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EU Signs ACTA, But Treaty Remains in Doubt

The European Union Signed ACTA today – months after withholding its signature at the official signing ceremony in Japan. But the political atmosphere in the EU remains very much in flux. The key to the future is that, unlike the US, the EU has admitted that ACTA is a binding international agreement and therefore requires parliamentary approval. But Parliamentary approval in the EU is in doubt.

Marietje Schaake, a pro-business member of the Alliance of Liberals and Democrats for Europe in the European Parliament, known for being “Europe’s most wired politician,” recounted this week that “the European Parliament has the decisive voice on ACTA,” with the first public “exchange of views” on ACTA in the key committee scheduled for February 29th or March 1st. The committee will most likely hold its vote on the ratification of the treaty in April or May, with a full parliament vote expected in June.

The EU vote is likely to be close, especially in the wake of the short term defeat of SOPA and the heightened awareness of internet freedom in its wake. As Schaake notes:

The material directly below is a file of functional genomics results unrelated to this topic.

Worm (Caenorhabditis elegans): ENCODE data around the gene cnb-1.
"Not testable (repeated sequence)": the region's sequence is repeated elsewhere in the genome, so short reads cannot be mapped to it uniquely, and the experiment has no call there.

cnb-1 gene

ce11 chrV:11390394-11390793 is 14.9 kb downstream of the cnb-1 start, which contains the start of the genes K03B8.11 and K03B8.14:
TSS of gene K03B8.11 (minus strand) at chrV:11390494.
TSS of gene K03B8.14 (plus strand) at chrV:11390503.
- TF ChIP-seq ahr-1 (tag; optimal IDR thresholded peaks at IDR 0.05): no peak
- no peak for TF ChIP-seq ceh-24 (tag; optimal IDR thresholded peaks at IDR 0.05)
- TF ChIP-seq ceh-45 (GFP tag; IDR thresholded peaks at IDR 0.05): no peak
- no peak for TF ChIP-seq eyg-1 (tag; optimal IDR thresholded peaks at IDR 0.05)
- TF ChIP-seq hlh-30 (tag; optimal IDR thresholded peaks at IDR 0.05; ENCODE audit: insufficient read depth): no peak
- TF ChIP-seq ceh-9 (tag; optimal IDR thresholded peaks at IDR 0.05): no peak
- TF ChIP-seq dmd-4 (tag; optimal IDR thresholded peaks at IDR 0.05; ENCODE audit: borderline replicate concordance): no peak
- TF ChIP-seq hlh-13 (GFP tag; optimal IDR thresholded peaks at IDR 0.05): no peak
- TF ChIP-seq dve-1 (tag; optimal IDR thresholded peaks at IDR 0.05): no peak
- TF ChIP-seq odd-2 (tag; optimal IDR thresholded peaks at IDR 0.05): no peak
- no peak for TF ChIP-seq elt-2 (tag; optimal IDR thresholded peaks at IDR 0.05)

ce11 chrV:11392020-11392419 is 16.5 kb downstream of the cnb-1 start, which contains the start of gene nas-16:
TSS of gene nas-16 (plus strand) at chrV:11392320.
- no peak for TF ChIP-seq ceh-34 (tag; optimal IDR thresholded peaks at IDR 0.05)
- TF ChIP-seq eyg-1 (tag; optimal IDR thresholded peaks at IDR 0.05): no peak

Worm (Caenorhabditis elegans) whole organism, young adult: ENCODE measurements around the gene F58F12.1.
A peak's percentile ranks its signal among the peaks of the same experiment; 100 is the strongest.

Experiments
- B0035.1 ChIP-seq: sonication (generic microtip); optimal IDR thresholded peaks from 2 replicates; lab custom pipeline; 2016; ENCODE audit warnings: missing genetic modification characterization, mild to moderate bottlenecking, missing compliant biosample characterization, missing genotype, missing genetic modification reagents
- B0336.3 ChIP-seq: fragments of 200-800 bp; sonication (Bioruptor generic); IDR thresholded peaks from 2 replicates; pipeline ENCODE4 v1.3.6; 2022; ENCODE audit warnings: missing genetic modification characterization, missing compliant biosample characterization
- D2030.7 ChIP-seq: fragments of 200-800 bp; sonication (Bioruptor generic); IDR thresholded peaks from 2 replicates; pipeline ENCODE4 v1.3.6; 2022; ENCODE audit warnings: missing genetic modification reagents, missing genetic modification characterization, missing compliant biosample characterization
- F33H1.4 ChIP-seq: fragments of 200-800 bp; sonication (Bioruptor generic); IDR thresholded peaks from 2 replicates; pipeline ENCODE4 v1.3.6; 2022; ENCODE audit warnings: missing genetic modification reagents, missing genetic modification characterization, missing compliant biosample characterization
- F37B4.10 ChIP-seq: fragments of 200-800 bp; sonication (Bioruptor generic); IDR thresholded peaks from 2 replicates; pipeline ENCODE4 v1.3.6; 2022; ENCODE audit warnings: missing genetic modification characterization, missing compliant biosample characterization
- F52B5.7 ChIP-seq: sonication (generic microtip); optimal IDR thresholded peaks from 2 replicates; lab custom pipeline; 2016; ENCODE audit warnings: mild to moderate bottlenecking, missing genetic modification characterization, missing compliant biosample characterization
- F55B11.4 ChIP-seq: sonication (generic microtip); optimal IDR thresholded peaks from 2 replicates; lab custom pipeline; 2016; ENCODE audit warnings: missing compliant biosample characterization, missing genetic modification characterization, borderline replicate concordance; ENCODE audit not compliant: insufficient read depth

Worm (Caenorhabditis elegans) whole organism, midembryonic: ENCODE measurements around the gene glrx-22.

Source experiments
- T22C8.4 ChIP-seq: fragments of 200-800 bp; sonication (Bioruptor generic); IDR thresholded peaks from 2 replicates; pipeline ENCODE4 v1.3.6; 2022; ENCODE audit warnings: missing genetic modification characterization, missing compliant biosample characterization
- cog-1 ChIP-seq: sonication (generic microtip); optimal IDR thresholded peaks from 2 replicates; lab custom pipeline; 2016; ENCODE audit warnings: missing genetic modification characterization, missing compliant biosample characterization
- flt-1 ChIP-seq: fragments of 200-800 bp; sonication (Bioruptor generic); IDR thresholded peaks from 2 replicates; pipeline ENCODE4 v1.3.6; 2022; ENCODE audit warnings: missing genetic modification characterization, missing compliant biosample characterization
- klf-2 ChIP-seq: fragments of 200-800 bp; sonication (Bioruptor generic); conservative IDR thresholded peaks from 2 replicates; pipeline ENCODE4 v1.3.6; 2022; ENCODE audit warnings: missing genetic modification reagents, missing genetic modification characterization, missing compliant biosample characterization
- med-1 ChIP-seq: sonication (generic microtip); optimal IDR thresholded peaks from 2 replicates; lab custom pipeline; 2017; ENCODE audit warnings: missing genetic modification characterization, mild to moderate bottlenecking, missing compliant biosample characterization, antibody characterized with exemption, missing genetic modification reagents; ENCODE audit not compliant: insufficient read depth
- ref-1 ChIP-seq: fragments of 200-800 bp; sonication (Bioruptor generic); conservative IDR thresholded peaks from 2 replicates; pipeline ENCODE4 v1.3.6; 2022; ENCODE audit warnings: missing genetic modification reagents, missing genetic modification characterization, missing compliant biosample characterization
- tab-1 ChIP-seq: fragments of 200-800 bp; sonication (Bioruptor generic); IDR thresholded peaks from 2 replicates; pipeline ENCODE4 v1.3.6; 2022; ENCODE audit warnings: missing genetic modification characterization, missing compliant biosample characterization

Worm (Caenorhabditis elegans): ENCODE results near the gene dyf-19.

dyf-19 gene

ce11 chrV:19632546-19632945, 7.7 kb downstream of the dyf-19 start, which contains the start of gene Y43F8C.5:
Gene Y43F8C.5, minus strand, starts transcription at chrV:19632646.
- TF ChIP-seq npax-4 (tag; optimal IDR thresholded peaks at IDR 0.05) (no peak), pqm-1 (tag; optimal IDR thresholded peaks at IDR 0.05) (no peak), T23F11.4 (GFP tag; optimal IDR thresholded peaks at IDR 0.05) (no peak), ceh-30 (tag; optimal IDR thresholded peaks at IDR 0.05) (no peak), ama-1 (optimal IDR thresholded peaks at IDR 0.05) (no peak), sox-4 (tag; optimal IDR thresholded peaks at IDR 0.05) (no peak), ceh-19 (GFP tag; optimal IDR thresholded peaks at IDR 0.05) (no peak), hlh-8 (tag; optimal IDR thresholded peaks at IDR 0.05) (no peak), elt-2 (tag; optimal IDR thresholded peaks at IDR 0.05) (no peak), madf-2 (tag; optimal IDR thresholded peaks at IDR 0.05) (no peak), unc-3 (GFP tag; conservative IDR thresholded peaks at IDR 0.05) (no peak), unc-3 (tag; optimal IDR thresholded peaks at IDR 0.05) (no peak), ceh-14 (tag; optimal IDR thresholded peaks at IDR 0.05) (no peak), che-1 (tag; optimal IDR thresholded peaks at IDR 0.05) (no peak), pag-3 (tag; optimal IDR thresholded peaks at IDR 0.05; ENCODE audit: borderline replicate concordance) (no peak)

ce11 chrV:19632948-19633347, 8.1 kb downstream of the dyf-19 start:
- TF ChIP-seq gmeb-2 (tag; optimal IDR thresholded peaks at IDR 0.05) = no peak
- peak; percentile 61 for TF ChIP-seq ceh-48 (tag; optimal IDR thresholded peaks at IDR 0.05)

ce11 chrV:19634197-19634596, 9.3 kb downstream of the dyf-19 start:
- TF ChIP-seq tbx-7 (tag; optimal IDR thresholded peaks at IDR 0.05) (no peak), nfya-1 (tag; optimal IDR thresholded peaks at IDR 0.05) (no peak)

“In November 2010 we proposed an alternative resolution on ACTA, which intended to take away the main concerns. It was voted down by a very slight majority, . . . 16 votes, out of 736.”
So Schaake and others are calling for a grass roots campaign to swing the handful of votes needed to defeat ACTA in the EU.

Meanwhile, the U.S. is still holding firm to its position that the executive branch can bind Congress to ACTA without the traditional congressional approval required of treaties or internationally binding Executive Agreements. Senator Wyden challenged the administration on this plan, most recently to the State Department’s top legal advisor, but as of yet the administration has not backed down or provided legal reasoning justifying the constitutionality of its course of action. A Constitutional showdown with Congress may be looming.

No other country has ratified ACTA. The Mexico Senate has voted once to reject it, albeit in a non-binding resolution. In the post-SOPA landscape, it looks more unlikely that it will go into effect than it did a few months ago. But the ultimate tally will be sure to be close.

Source: http://infojustice.org/archives/7508


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